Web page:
Bosch also deserves credit for making a major investment in research in these game-changing technologies. “We have 55,000 people in R&D,” Danner said, “and spend 10 percent of our sales on it.”
More news below.
• Another short day for China’s stock market
Circuit-breaker issues once again halted trading in China’s stock market, which remained open for less than half an hour on Thursday before the country’s benchmark index dipped 7% and trading ceased. Stocks fell after China’s central bank lowered the yuan’s reference rate in a move that sparked devaluation fears. This marked the second time this week that trading on China’s stock market has been halted and the glitch sent global markets tumbling, with the FTSE 100 and Germany’s DAX both down roughly 3%. Fortune
• TransCanada files $15 billion Keystone pipeline lawsuit
TransCanada isn’t happy about President Obama’s rejection of the Keystone XL oil pipeline project. The Canadian energy company filed a claim against the U.S. Wednesday under the North American Free Trade Agreement. The lawsuit argues that Obama lacked the constitutional power to reject the cross-border pipeline and that the move was made for political reasons only. TransCanada is seeking $15 billion in damages as part of the claim. Bloomberg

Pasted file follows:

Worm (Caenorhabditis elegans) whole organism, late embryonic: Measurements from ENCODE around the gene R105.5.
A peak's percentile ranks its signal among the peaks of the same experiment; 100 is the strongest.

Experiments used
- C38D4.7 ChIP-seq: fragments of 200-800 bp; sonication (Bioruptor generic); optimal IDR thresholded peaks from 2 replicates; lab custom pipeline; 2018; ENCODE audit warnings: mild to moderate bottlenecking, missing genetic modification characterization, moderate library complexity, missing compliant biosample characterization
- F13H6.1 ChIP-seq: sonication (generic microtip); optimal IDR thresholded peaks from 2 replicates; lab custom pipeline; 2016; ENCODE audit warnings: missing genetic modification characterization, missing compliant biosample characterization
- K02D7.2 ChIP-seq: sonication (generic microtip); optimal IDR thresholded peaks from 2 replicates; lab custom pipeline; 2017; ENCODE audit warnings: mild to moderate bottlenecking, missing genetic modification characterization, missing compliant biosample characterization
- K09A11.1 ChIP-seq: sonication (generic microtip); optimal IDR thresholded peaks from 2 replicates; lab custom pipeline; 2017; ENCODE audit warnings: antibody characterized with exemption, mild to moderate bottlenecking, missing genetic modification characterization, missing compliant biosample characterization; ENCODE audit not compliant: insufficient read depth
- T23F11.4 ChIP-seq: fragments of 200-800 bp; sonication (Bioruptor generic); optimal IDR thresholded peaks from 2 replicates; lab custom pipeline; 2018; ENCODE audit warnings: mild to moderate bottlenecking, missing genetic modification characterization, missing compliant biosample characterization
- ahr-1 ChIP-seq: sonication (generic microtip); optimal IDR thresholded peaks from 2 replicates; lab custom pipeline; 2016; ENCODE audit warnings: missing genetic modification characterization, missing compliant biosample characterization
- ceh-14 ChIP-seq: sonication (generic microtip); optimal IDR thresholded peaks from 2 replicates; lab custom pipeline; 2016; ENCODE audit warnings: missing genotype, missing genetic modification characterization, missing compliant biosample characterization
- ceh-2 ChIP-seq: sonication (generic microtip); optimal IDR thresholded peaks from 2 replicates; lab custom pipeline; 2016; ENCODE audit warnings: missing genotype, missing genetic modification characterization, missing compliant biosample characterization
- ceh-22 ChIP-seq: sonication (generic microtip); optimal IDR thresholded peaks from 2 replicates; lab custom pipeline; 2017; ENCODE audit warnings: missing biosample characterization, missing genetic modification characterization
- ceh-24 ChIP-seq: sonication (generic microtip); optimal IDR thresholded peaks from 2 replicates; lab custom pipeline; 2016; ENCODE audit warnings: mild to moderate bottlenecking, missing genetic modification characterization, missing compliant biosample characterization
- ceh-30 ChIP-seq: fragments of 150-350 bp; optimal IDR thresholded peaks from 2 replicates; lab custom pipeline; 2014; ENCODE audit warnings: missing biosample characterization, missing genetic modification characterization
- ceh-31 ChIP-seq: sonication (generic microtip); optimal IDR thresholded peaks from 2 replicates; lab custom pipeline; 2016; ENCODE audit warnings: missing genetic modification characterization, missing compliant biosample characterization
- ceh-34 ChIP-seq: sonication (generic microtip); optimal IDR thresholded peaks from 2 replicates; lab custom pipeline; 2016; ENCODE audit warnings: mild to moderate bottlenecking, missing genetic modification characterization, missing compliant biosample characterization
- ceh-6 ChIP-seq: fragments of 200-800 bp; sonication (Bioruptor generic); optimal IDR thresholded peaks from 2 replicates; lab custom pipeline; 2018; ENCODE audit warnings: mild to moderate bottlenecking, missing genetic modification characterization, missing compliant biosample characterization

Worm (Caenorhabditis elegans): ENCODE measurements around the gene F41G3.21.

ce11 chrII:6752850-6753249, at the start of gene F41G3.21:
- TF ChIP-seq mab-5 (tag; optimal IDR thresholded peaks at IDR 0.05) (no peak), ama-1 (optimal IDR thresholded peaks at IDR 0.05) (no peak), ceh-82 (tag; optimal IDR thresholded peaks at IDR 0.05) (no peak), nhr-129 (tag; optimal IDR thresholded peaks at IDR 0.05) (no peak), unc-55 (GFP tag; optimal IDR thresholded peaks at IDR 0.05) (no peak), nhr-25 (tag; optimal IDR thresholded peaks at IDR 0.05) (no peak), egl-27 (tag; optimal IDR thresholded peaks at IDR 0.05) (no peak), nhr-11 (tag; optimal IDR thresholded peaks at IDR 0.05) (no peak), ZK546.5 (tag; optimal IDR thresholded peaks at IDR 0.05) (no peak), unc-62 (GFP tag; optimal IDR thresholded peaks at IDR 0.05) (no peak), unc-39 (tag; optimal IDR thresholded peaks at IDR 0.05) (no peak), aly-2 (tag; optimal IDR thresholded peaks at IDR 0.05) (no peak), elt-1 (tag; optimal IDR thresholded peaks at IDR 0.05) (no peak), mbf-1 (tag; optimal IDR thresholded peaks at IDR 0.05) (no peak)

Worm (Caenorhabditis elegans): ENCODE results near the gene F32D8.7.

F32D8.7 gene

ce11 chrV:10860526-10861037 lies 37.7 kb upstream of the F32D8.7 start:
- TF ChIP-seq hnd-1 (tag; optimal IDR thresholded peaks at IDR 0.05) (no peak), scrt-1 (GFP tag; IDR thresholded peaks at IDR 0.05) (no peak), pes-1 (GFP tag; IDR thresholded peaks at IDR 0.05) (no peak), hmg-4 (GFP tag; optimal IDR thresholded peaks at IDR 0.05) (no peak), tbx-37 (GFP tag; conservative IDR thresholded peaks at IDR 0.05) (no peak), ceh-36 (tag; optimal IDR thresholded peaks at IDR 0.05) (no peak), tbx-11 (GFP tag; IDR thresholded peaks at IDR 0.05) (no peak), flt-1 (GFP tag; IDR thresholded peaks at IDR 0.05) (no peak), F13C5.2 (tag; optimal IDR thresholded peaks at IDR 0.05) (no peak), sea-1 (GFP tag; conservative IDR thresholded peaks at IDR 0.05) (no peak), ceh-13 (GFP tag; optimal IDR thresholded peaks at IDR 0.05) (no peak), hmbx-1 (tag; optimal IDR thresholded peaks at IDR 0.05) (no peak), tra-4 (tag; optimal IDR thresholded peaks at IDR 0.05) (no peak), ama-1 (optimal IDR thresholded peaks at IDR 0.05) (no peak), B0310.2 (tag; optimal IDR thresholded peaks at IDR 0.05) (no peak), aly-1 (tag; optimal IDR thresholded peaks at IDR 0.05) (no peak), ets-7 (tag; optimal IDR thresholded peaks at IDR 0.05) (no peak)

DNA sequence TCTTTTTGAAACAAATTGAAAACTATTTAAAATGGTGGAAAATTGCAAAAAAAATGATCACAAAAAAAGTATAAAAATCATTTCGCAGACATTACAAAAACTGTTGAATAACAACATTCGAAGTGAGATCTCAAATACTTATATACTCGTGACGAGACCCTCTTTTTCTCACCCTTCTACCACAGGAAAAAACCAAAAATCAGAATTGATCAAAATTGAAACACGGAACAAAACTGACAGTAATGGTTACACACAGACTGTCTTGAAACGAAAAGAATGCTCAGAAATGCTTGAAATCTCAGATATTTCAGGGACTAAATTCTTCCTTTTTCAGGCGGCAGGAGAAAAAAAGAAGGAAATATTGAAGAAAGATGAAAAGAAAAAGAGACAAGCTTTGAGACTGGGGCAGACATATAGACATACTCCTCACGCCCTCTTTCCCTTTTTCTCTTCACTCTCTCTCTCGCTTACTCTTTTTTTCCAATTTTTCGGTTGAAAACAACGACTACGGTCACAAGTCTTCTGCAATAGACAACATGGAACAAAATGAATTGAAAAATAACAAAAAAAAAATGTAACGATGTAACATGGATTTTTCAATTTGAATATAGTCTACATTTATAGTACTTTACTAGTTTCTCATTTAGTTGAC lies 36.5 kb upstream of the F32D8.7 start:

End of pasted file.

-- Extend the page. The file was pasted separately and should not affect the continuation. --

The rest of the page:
• Uber to settle with NY AG over ‘God View’ tool
After more than a year of investigating Uber’s privacy practices, New York Attorney General Eric Schneiderman is reportedly expected on Thursday to announce a settlement over the ride-hailing app’s use of its “God View” tool to access customers’ usage history without permission. The tool reveals an aerial view of all Uber drivers and their passengers in a specific area. Under the settlement, Uber will pay fines worth $20,000 for its failure to immediately report unauthorized third-party access to the information. BuzzFeed
• U.K.’s Marks & Spencer loses its CEO